Study questions PFO and cerebral damage link in scuba divers

An ongoing debate in the scuba diving community involves people who have never suffered from type II decompression sickness (DCS), but who may still be at risk for cerebral damage because of "silent" gas embolisms. These paradoxical arterial gas embolisms are particularly problematic in divers who have patent foramen ovale (PFO), but are otherwise healthy, according to German researchers.

"In diving, (right-to-left) shunting may transport nitrogen bubbles analogous to paradoxical embolism of venous thrombi through a PFO," explained Dr. Andreas Koch and colleagues in Undersea and Hyperbaric Medicine, the journal of the Undersea and Hyperbaric Medical Society (Summer 2004, Vol. 31:2, pp. 261-268).

Koch and his co-authors, including radiologist Dr. Michael Reuter, are from the German Naval Medical Institute in Kiel-Kronshagen and the Christian-Albrechts-University of Kiel.

They re-examined previously published research that found a correlation between the presence of PFO and abnormal cerebral findings (ACF) on MRI. Dr. Michael Knauth and colleagues from the University of Heidelberg Klinikum in Mannheim, Germany, suggested that PFO seems to be an important risk factor for the development of multiple brain lesions in sport divers, and that paradoxical gas embolism is a possible cause of neurologic sequelae after decompression (British Journal of Medicine, March 8, 1997, Vol. 314:7082, pp. 701-705; Neurology, January 15, 1999, Vol. 52:2, pp. 401-404).

"In this study, we challenged Knauth's findings in a random group of 50 healthy divers who had amassed a broad range of diving experience and never suffered DCS," they wrote. The 47 males and three females, mean age 34.7, had logged between 21 and 5,500 dives.

The subjects underwent cranial T1-weighted MRI on a 1.5-tesla scanner (Magnetom Vision, Siemens Medical Solutions, Erlangen, Germany). PFO detection was done using transcranial Doppler ultrasound (TCD) and transthoracic echocardiography (TEE) with contrast (Multi-Dop X4, DWL Elektronische Systeme, Sipplingen, Germany; SSD 807 and PhD 5500 Aloka, Wallingford, CT; Echovist 300, Schering AG, Berlin). Imaging was performed during a Valsalva maneuver.

Hyperintense lesions on MRI, such as demyelinated white matter and cerebral lacunae, were considered possibly sequelae or prior paradoxical gas embolism, and counted as an ACF. On TCD and TEE, PFO was considered present if detection occurred within 10 seconds of Valsalva maneuver release.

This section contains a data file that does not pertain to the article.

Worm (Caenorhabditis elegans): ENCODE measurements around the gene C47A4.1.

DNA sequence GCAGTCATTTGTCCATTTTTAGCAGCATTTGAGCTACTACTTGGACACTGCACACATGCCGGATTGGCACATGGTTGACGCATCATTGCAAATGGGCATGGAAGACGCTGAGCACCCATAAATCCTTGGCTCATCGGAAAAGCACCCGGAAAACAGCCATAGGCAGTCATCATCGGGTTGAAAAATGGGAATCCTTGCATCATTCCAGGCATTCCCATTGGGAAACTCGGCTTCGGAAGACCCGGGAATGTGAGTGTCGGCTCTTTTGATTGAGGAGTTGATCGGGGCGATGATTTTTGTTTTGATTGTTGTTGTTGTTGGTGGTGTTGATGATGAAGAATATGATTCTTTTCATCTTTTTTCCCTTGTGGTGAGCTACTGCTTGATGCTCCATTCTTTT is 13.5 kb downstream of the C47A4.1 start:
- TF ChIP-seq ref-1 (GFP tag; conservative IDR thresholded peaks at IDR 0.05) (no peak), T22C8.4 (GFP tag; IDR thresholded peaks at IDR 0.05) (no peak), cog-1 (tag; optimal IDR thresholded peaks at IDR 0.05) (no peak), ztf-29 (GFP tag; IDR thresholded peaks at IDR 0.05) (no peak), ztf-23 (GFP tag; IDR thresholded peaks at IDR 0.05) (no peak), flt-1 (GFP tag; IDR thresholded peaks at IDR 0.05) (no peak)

The results showed that PFO was detected in 36% (18 of 50) of the divers. Of these, 61% demonstrated a right-to-left shunt only after a Valsalva maneuver, and 39% showed shunting without the maneuver. A total of 136 ACFs were found with MRI, including 122 white matter lesions. The majority were found in the brain stem. There was significant correlation between the number of dives and the number of ACFs, the authors reported.

"The fraction of MRI-positives was 56% in the PFO-positive group and 44% in the PFO-negative group," they explained. "The 50 healthy divers examined in this study may have had an overall high incidence of ACFs, but the detection of a PFO ... did not correlate with the prevalence and number of ACFs." These results are in contrast to earlier reports that there is a highly significant correlation between PFO and MRI-detected lesions.

Another study that was released at the same time as the Koch research found that 29% percent of divers with PFO had experienced at least one major episode of decompression sickness. The cardiologists from the University Hospital in Bern, Switzerland, used contrast-enhanced TEE to detection and grade PFO in 230 divers. They concluded that the odds of a diver with PFO suffering from DCS were five times higher and that PFO size parallels DCS (European Heart Journal, June 2004, Vol. 25:12, pp. 1014-1020).

One advantage of MRI over TEE for assessing asymptomatic divers is the fact that it is a noninvasive and less stressful test, Koch's group noted.

By Shalmali Pal staff writer
January 14, 2005

Related Reading

Pilot study indicates MRI pulls double duty for PFO, atrial septal aneurysm, January 14, 2005

Cluster headache linked to patent foramen ovale, October 22, 2004

Heart defect poses scuba diving risk, July 14, 2004

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